Michael Ratner was the President Emeritus of the Center for Constitutional Rights (CCR) in New York and the President of European Center for Constitutional and Human Rights (ECCHR) in Berlin. Both are non-profit human rights litigation organizations. He was part of the small group of lawyers that first took on representation of the Guantánamo detainees in January 2001, a case that resulted in a victory in the Supreme Court in 2004. CCR established a network of over 600 pro bono lawyers to represent Guantanamo detainees and continues that work with the hope of finally shutting Guantánamo down. CCR is actively litigating against killings by drones and represents the family of Al-Awlaki in a damage case against government officials.He and CCR comprised the U.S. counsel for Wikileaks and Julian Assange. He was also engaged in European Courts in an effort to bring US officials including Secretary of Defense Rumsfeld to justice for the Abu Ghraib abuse and torture as well as for their actions at Guantánamo. A major area of Mr. Ratner’s litigation and writing was the enforcement of the prohibition on torture and murder against various dictators and generals who travel to the United States. He sued on behalf of victims in Guatemala, East Timor, Haiti, Argentina, among other countries. He also litigated numerous suits to prevent or stop illegal U.S. wars ranging from Central America to Iraq. A constant in his work was litigation against government spying and surveillance of activists including the targeting of Muslims particularly since 9/11. He was, and CCR continues to be, active on issues of Palestinian rights, represented the Gaza flotilla, the family of Rachel Corrie, and the protection of Palestinian advocacy in the United States.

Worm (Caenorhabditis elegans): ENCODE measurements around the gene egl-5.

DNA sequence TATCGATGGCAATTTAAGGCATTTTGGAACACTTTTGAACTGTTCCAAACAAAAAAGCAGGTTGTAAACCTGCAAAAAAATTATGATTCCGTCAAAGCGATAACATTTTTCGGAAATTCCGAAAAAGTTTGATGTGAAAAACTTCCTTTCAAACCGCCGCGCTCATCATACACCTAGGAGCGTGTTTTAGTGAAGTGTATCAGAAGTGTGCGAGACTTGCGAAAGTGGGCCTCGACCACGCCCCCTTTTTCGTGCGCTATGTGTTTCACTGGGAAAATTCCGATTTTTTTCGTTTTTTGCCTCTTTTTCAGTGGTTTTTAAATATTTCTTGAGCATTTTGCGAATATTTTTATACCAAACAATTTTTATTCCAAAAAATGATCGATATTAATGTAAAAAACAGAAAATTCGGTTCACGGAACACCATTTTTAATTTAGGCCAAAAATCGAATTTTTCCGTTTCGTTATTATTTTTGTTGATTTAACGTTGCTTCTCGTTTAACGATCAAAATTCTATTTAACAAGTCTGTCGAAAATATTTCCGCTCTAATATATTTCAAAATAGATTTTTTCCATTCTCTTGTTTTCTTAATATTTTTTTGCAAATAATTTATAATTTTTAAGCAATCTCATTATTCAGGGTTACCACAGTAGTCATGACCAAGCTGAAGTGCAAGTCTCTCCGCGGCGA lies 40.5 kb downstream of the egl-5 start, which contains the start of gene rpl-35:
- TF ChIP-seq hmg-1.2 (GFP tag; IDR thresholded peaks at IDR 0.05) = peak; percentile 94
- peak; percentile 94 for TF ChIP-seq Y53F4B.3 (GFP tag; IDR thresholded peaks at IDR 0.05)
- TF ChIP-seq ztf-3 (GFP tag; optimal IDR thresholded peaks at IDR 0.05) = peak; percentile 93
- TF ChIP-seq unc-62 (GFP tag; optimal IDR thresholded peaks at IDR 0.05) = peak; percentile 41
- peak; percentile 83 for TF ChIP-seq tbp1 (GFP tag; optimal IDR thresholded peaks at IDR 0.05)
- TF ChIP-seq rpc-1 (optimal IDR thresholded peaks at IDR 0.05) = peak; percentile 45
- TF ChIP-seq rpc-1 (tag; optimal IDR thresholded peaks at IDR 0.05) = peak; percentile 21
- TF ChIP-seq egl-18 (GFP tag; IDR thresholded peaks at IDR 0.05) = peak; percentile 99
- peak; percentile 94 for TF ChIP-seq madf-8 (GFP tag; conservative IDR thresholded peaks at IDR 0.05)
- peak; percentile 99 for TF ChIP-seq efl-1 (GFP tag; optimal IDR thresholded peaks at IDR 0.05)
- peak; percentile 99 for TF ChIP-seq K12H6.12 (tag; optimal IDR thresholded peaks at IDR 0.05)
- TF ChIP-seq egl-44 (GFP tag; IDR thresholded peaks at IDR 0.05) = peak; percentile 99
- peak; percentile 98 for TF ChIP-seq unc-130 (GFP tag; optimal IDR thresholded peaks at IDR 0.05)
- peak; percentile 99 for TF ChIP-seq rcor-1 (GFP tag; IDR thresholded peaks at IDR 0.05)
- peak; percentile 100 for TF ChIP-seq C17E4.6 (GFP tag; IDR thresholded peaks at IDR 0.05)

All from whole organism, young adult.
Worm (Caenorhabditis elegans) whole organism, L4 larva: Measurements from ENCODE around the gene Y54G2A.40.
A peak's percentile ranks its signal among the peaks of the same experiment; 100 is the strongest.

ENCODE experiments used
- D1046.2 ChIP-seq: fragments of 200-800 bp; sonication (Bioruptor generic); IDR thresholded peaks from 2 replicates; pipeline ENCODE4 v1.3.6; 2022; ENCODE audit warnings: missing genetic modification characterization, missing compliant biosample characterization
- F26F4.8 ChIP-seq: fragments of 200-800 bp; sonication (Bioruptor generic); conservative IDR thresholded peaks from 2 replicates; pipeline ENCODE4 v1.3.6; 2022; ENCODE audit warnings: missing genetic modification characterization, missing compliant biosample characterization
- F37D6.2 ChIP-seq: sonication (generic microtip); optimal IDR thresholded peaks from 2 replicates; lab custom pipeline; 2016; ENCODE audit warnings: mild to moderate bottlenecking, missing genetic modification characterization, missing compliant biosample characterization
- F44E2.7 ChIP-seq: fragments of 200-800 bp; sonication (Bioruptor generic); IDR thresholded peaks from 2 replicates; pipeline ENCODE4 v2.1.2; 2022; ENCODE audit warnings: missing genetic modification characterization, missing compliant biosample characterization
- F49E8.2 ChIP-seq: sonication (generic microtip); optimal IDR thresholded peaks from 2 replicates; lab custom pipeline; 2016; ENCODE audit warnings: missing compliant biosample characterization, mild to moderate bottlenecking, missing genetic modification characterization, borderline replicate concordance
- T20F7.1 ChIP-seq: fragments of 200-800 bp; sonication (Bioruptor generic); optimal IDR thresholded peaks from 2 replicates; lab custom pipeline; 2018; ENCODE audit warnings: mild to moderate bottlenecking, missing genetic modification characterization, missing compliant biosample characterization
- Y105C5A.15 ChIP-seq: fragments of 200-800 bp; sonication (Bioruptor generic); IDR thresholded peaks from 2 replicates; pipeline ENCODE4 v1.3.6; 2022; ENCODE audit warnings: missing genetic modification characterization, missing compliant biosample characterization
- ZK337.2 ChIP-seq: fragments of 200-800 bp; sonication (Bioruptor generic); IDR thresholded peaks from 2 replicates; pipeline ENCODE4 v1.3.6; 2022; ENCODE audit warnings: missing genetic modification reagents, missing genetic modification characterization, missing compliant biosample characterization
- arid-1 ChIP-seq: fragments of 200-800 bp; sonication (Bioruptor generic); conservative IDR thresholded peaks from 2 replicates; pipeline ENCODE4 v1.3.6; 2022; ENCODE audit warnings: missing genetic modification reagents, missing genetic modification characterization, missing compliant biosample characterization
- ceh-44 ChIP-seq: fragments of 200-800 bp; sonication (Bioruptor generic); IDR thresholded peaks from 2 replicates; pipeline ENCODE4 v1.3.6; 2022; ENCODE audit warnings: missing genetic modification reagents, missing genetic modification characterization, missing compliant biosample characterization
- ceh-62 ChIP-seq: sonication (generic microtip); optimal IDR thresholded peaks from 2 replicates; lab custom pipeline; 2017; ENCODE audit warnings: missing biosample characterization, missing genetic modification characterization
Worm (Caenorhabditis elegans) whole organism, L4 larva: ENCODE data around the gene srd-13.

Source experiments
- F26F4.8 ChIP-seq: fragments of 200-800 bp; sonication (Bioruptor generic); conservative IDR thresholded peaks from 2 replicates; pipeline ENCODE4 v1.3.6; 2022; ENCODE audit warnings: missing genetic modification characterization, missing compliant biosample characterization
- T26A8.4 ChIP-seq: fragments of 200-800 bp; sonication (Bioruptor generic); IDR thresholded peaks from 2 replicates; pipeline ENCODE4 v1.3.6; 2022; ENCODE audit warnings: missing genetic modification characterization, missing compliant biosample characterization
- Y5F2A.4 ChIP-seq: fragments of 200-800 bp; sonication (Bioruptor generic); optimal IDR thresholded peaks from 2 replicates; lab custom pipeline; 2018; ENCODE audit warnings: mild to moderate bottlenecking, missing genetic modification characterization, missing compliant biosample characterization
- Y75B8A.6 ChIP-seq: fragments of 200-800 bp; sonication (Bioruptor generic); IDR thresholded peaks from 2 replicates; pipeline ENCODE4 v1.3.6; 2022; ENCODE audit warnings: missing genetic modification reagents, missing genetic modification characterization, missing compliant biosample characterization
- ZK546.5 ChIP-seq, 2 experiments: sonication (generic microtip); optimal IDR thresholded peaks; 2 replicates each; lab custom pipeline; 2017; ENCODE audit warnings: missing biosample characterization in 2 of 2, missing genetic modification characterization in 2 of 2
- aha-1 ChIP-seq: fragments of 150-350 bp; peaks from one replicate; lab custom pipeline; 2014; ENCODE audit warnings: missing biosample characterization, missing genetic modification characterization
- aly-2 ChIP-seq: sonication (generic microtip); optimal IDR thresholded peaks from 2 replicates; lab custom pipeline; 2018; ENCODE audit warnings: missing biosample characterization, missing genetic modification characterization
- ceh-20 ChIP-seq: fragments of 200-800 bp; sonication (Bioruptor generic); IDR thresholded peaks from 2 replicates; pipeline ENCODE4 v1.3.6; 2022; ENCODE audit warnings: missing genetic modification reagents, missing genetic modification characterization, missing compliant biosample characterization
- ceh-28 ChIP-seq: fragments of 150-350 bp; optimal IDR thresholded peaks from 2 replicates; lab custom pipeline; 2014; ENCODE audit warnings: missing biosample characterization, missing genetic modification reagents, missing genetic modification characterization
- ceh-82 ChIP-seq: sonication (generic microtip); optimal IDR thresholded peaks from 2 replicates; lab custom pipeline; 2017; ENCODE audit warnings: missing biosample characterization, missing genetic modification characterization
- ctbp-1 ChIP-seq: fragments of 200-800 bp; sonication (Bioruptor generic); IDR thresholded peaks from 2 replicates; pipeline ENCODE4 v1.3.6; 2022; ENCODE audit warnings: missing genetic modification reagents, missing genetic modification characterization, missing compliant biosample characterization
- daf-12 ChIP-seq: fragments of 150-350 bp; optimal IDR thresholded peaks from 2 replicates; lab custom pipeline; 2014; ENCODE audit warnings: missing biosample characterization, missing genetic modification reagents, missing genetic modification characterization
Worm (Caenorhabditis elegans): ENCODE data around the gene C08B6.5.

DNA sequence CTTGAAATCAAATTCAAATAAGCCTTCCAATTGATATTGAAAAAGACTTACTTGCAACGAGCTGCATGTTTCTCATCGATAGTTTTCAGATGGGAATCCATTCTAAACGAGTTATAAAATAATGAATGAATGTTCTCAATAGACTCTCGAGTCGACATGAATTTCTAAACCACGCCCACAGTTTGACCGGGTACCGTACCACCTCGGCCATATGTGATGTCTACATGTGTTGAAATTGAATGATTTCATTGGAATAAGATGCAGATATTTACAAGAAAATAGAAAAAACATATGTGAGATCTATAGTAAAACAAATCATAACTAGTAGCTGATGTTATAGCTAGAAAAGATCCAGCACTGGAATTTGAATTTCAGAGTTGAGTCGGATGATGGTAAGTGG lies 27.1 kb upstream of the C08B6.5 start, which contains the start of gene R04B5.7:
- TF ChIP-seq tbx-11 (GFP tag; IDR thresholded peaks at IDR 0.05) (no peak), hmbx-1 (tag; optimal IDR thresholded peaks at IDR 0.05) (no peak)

Ratner’s books, authored or co-authored include, Hell No: Your Right to Dissent in 21st-Century America (2011); and Killing Che: How the CIA Got Away with Murder(2011). Other books include International Human Rights Litigation in U.S. Courts, Second Edition (2008); Against War with Iraq; Guantanamo: What the World Should Know (2004); and The Trial of Donald Rumsfeld: A Prosecution by Book (2008). He taught human rights litigation at Yale and Columbia Law Schools. A past president of the National Lawyers Guild, Ratner received many awards, among them Trial Lawyer of the Year, the Columbia Law School Medal of Honor (2005), the North Star Community Frederick Douglass Award, Honorary Fellow at the University of Pennsylvania Law School (2005), and The Nation Institute/Puffin Foundation Prize for Creative Citizenship (2007). In 2006, the National Law Journal named Ratner as one of the 100 most influential lawyers in the United States.